Who wins the battle between Hadoop and Spark?

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Distributed computing or parallel processing has been around since the 1920’s Programming languages forked out into two major categories namely, functional style and imperative (procedural style). However, for quite a long time they were restricted for usage in defense research labs or university research labs, and hence were only active underground. Then the BIG DATA monster began yelling out loud enough for everyone to hear, begging that these underground technologies associated with distributed computing be opened to the public. That’s when HADOOP and a bag of associated tools & technologies came to our rescue publicly and got popular. This was around 2010 and it was excitedly embraced by several companies eager to enter the Big Data Fray  (although companies like Google and Yahoo were already using it internally).

The word HADOOP which is a BUZZ-WORD right now also echoes the word MAP-REDUCE in our minds. That being said, HADOOP is a platform and a bunch of technology and tools built to help us tackle problems in the BIG DATA arena.  MAP-REDUCE was the fundamental framework around which many of HADOOP’s tools were built (PIG, SQOOP, HIVE etc). Hence we can say that MAP-REDUCE is a framework which natively supports the JAVA programming language.

HADOOP and JAVA MAP-REDUCE helps to solve a lot of problems in BIG-DATA processing like data analysis, data transformation etc. but all of it is applicable only to BATCH PROCESSING of jobs (non interactive and not real time analysis). It did wonders when no other better technology existed. However in technology, one guy being the ruler of the world for a long time seldom happens. The same is the case with the MAP-REDUCE  framework of HADOOP.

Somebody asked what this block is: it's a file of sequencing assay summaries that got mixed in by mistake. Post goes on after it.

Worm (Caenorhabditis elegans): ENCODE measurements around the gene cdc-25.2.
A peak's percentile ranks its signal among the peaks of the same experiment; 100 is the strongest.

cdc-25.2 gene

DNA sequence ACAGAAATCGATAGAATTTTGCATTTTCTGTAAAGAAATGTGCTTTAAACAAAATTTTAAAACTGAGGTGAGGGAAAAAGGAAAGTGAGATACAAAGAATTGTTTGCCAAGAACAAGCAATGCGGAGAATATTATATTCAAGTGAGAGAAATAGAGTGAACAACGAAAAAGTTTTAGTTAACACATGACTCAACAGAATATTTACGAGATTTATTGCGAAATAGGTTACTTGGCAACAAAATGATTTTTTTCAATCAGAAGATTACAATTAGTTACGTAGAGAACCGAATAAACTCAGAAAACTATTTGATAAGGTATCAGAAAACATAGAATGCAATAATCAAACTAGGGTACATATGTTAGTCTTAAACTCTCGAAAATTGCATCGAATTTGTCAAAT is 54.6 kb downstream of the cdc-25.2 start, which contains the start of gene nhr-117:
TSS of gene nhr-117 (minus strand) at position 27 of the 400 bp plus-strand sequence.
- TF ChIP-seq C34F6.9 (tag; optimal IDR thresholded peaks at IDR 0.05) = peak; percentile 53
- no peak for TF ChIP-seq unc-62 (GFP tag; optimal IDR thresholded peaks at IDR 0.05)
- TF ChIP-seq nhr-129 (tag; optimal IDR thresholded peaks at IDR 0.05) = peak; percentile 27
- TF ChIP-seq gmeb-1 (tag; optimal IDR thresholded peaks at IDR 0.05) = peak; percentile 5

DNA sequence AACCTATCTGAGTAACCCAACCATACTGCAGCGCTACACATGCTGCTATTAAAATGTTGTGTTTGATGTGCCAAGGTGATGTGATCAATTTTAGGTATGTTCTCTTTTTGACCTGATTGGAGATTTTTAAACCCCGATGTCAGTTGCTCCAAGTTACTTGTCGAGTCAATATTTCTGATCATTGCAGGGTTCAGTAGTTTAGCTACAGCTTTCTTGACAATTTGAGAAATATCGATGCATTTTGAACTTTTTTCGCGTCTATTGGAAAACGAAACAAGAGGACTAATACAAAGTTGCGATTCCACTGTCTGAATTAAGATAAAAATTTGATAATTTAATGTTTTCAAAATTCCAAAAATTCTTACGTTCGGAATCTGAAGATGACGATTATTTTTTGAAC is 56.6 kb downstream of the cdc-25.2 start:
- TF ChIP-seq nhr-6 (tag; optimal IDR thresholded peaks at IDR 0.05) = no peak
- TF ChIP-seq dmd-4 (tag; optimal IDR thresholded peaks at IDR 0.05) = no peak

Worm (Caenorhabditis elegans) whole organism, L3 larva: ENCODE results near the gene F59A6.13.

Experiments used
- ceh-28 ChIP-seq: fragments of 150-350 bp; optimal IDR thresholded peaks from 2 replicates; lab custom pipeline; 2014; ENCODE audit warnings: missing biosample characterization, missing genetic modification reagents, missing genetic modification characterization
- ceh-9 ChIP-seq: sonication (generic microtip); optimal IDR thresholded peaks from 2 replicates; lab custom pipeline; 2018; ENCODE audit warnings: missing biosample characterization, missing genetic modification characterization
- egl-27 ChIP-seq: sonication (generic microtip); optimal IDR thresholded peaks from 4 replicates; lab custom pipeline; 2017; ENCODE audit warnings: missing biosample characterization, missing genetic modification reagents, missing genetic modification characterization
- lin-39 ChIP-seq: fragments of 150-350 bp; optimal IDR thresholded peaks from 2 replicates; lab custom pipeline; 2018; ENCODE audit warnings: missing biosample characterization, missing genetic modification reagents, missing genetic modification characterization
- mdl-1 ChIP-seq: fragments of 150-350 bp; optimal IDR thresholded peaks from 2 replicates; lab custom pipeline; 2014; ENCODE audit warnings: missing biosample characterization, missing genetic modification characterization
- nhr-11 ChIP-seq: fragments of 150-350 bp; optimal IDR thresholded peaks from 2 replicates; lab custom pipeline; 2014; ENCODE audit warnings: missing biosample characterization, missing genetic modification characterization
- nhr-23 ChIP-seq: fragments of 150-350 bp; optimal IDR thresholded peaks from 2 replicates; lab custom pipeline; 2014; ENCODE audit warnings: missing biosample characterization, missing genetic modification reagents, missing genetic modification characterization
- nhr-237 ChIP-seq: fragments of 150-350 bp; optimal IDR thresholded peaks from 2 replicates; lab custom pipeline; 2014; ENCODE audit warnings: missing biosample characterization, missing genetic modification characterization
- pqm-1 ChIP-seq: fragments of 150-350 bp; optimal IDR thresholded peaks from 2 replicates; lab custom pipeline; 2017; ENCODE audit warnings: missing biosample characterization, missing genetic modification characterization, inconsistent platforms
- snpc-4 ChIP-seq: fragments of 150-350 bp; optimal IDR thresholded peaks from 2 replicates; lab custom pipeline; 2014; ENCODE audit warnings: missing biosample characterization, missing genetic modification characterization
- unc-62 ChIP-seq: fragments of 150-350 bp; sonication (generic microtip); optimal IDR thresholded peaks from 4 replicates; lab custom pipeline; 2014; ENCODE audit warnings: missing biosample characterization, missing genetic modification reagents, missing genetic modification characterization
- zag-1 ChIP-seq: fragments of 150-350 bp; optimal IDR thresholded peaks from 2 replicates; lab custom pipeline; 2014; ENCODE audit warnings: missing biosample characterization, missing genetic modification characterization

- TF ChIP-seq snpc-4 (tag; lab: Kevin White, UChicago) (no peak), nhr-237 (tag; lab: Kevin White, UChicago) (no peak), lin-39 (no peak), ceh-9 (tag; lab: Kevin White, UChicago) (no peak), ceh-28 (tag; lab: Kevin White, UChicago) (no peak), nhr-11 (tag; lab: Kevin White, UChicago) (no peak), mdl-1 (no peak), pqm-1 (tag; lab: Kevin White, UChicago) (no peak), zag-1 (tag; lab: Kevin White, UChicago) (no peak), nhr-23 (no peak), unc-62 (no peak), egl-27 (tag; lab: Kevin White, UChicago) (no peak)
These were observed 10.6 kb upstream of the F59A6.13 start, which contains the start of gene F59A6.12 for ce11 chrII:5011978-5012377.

The Big Data problems fast evolved from a batch processing report generation approach to REAL-TIME interactive analytics on extremely large datasets. Suddenly MAP-REDUCE seemed quite slow, and that’s when a new technology called “APACHE SPARK” evolved.

SPARK is another technology and a set  of tools on the HADOOP platform. It is not a replacement to HADOOP, but to a large extent, it did replace the MAP-REDUCE approach. In fact perhaps 70% of the map reduce use cases were replaced by APACHE SPARK and SCALA, because the later was better and faster. In fact there are quite a bit of research that shows that moving to SPARK improved speed 100x in some cases, 10x in most cases and at least a 3x  in all cases when compared to MAP-REDUCE.

SPARK is the ideal framework for interactive jobs which is the core of machine learning algorithms, which MAP-REDUCE cannot handle. SPARK can handle batch processing, interactive and iterative jobs, whereas MAP-REDUCE can handle only BATCH jobs, that too slower when compared to MAP-REDUCE.

Having adulated SPARK over MAP-REDUCE, the common misconception is that SPARK demands hardware intensive resources (high on CPU and memory) as SPARK is all about IN-MEMORY computations. IN-MEMORY computation is one of the features of SPARK which can be selectively turned on. Insights from the industry suggests that SPARK gives a minimum of 3x to 10x performance improvements over MAP-REDUCE on the existing hardware for the same set of use cases.

The final verdict would be that using SPARK over MAP-REDUCE is a clear WIN-WIN situation in any given scenario. APACHE SPARK is the new kid on the block, and a very promising kid, who would eventually grow up to be the NINJA of Big Data, at least until it confronts another SAMURAI !

Suggested Read:

Can Big Data Solutions using Hadoop Save you Big Bucks?

Why Data Scientists Need a Combination of SAS, R and Hadoop Skills